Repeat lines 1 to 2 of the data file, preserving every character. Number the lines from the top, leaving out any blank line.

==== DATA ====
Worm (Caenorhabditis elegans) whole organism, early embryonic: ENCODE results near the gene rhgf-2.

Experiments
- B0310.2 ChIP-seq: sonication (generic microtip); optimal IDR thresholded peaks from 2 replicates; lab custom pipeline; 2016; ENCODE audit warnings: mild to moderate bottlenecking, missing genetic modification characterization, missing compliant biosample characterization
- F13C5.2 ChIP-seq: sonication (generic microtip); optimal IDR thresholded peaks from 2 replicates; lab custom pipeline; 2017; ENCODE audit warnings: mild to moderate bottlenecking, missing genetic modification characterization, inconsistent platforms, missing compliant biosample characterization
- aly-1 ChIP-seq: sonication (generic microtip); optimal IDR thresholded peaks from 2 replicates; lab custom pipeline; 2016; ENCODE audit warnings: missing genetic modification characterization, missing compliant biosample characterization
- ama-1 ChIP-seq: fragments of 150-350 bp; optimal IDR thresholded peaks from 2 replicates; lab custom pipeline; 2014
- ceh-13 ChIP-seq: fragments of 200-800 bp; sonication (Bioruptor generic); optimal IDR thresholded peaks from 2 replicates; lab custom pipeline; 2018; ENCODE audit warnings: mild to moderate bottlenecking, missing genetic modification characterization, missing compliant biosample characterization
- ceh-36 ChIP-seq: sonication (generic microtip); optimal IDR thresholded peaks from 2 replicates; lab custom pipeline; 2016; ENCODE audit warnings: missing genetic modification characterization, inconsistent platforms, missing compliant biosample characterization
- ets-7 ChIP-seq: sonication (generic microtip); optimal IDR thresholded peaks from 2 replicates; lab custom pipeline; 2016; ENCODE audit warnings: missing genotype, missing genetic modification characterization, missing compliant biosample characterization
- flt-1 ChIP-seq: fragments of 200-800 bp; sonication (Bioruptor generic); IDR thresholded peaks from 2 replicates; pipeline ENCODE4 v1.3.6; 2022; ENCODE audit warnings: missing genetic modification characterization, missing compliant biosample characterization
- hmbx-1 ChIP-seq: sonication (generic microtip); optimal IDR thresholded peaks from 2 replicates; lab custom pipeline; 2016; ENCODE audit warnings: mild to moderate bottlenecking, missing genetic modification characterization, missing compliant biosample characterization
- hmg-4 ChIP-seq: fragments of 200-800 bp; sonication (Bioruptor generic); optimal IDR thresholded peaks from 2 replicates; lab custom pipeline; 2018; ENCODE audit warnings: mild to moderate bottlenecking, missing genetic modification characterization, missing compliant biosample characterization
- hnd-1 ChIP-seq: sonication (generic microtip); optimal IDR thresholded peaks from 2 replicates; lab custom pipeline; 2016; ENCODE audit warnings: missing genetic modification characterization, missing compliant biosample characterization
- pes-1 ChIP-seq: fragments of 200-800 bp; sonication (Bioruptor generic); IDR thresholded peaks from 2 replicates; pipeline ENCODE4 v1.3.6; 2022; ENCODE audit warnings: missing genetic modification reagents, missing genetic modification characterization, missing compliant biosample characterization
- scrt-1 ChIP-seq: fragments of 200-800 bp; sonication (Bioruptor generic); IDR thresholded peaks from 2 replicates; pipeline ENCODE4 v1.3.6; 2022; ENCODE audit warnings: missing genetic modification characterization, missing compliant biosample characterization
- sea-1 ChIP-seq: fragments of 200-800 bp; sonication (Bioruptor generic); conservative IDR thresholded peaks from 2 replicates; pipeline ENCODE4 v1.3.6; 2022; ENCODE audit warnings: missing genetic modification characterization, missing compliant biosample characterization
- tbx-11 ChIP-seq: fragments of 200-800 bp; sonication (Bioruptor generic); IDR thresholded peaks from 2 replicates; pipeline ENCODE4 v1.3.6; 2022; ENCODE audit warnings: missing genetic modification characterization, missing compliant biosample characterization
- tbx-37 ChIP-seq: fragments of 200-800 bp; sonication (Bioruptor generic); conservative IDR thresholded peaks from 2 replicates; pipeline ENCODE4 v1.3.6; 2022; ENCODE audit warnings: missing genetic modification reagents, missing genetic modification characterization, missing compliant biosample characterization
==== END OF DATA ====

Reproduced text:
Worm (Caenorhabditis elegans) whole organism, early embryonic: ENCODE results near the gene rhgf-2.

Experiments